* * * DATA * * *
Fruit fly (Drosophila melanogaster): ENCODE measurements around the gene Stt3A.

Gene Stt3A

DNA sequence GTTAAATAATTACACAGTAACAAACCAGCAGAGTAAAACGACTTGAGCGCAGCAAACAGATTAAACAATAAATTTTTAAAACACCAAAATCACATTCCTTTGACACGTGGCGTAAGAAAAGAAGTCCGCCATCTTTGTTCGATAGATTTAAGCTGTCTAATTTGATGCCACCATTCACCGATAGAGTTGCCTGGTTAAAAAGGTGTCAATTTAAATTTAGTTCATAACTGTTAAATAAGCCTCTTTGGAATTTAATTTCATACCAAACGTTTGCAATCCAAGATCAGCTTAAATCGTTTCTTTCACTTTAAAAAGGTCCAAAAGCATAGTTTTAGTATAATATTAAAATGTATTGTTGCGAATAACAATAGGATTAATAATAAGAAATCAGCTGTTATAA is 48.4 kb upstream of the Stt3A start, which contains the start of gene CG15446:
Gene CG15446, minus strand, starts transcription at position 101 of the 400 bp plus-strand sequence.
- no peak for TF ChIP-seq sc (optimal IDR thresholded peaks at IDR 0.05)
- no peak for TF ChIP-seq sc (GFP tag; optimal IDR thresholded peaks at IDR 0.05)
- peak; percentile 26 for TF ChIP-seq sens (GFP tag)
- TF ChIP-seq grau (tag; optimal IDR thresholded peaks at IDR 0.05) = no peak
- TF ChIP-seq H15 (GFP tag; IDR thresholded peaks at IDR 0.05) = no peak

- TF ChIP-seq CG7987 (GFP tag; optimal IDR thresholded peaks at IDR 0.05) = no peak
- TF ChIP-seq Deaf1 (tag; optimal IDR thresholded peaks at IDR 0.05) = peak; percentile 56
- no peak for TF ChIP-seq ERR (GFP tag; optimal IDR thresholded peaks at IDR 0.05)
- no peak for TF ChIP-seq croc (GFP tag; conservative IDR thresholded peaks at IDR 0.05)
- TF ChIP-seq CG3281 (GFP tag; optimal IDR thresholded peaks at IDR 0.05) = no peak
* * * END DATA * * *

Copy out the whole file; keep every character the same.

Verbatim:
Fruit fly (Drosophila melanogaster): ENCODE measurements around the gene Stt3A.

Gene Stt3A

DNA sequence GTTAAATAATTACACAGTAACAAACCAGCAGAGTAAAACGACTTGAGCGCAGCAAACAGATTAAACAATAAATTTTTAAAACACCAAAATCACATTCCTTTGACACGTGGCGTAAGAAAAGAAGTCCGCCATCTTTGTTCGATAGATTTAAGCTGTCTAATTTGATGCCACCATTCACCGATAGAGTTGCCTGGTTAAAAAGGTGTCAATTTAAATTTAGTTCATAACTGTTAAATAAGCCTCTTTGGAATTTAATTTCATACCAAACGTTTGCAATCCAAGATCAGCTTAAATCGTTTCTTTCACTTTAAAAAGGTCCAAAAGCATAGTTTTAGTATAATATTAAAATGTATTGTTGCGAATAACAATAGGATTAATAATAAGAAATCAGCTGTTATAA is 48.4 kb upstream of the Stt3A start, which contains the start of gene CG15446:
Gene CG15446, minus strand, starts transcription at position 101 of the 400 bp plus-strand sequence.
- no peak for TF ChIP-seq sc (optimal IDR thresholded peaks at IDR 0.05)
- no peak for TF ChIP-seq sc (GFP tag; optimal IDR thresholded peaks at IDR 0.05)
- peak; percentile 26 for TF ChIP-seq sens (GFP tag)
- TF ChIP-seq grau (tag; optimal IDR thresholded peaks at IDR 0.05) = no peak
- TF ChIP-seq H15 (GFP tag; IDR thresholded peaks at IDR 0.05) = no peak

- TF ChIP-seq CG7987 (GFP tag; optimal IDR thresholded peaks at IDR 0.05) = no peak
- TF ChIP-seq Deaf1 (tag; optimal IDR thresholded peaks at IDR 0.05) = peak; percentile 56
- no peak for TF ChIP-seq ERR (GFP tag; optimal IDR thresholded peaks at IDR 0.05)
- no peak for TF ChIP-seq croc (GFP tag; conservative IDR thresholded peaks at IDR 0.05)
- TF ChIP-seq CG3281 (GFP tag; optimal IDR thresholded peaks at IDR 0.05) = no peak